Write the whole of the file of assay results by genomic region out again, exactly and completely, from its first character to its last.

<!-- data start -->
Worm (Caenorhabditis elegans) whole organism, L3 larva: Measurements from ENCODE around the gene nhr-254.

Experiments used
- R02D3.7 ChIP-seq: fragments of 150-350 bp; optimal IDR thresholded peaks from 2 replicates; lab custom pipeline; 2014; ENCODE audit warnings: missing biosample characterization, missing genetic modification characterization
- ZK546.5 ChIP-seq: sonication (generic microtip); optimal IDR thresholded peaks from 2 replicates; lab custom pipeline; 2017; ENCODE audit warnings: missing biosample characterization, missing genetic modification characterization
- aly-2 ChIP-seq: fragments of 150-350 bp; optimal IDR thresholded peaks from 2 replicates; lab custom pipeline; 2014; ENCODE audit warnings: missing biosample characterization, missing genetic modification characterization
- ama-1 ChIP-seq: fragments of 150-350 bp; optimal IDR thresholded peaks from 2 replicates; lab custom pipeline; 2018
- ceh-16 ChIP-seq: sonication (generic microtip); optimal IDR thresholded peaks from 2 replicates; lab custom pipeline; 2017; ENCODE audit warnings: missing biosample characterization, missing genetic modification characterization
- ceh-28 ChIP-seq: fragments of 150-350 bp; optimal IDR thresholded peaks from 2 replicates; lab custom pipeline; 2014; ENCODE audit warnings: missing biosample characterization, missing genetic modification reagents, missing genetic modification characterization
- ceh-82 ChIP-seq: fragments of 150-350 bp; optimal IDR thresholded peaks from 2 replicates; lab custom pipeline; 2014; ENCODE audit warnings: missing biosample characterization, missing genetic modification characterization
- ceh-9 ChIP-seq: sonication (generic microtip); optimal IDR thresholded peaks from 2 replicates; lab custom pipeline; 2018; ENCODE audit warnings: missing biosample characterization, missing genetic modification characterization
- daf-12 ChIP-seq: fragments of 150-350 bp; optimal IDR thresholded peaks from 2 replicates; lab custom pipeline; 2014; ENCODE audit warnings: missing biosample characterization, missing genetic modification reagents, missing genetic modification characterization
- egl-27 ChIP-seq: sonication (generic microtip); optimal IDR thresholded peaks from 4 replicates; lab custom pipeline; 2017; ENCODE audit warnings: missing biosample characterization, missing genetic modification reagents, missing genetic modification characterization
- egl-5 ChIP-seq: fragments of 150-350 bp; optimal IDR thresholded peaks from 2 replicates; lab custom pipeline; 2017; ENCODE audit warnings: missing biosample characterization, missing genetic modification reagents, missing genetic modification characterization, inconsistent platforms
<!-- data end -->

Worm (Caenorhabditis elegans) whole organism, L3 larva: Measurements from ENCODE around the gene nhr-254.

Experiments used
- R02D3.7 ChIP-seq: fragments of 150-350 bp; optimal IDR thresholded peaks from 2 replicates; lab custom pipeline; 2014; ENCODE audit warnings: missing biosample characterization, missing genetic modification characterization
- ZK546.5 ChIP-seq: sonication (generic microtip); optimal IDR thresholded peaks from 2 replicates; lab custom pipeline; 2017; ENCODE audit warnings: missing biosample characterization, missing genetic modification characterization
- aly-2 ChIP-seq: fragments of 150-350 bp; optimal IDR thresholded peaks from 2 replicates; lab custom pipeline; 2014; ENCODE audit warnings: missing biosample characterization, missing genetic modification characterization
- ama-1 ChIP-seq: fragments of 150-350 bp; optimal IDR thresholded peaks from 2 replicates; lab custom pipeline; 2018
- ceh-16 ChIP-seq: sonication (generic microtip); optimal IDR thresholded peaks from 2 replicates; lab custom pipeline; 2017; ENCODE audit warnings: missing biosample characterization, missing genetic modification characterization
- ceh-28 ChIP-seq: fragments of 150-350 bp; optimal IDR thresholded peaks from 2 replicates; lab custom pipeline; 2014; ENCODE audit warnings: missing biosample characterization, missing genetic modification reagents, missing genetic modification characterization
- ceh-82 ChIP-seq: fragments of 150-350 bp; optimal IDR thresholded peaks from 2 replicates; lab custom pipeline; 2014; ENCODE audit warnings: missing biosample characterization, missing genetic modification characterization
- ceh-9 ChIP-seq: sonication (generic microtip); optimal IDR thresholded peaks from 2 replicates; lab custom pipeline; 2018; ENCODE audit warnings: missing biosample characterization, missing genetic modification characterization
- daf-12 ChIP-seq: fragments of 150-350 bp; optimal IDR thresholded peaks from 2 replicates; lab custom pipeline; 2014; ENCODE audit warnings: missing biosample characterization, missing genetic modification reagents, missing genetic modification characterization
- egl-27 ChIP-seq: sonication (generic microtip); optimal IDR thresholded peaks from 4 replicates; lab custom pipeline; 2017; ENCODE audit warnings: missing biosample characterization, missing genetic modification reagents, missing genetic modification characterization
- egl-5 ChIP-seq: fragments of 150-350 bp; optimal IDR thresholded peaks from 2 replicates; lab custom pipeline; 2017; ENCODE audit warnings: missing biosample characterization, missing genetic modification reagents, missing genetic modification characterization, inconsistent platforms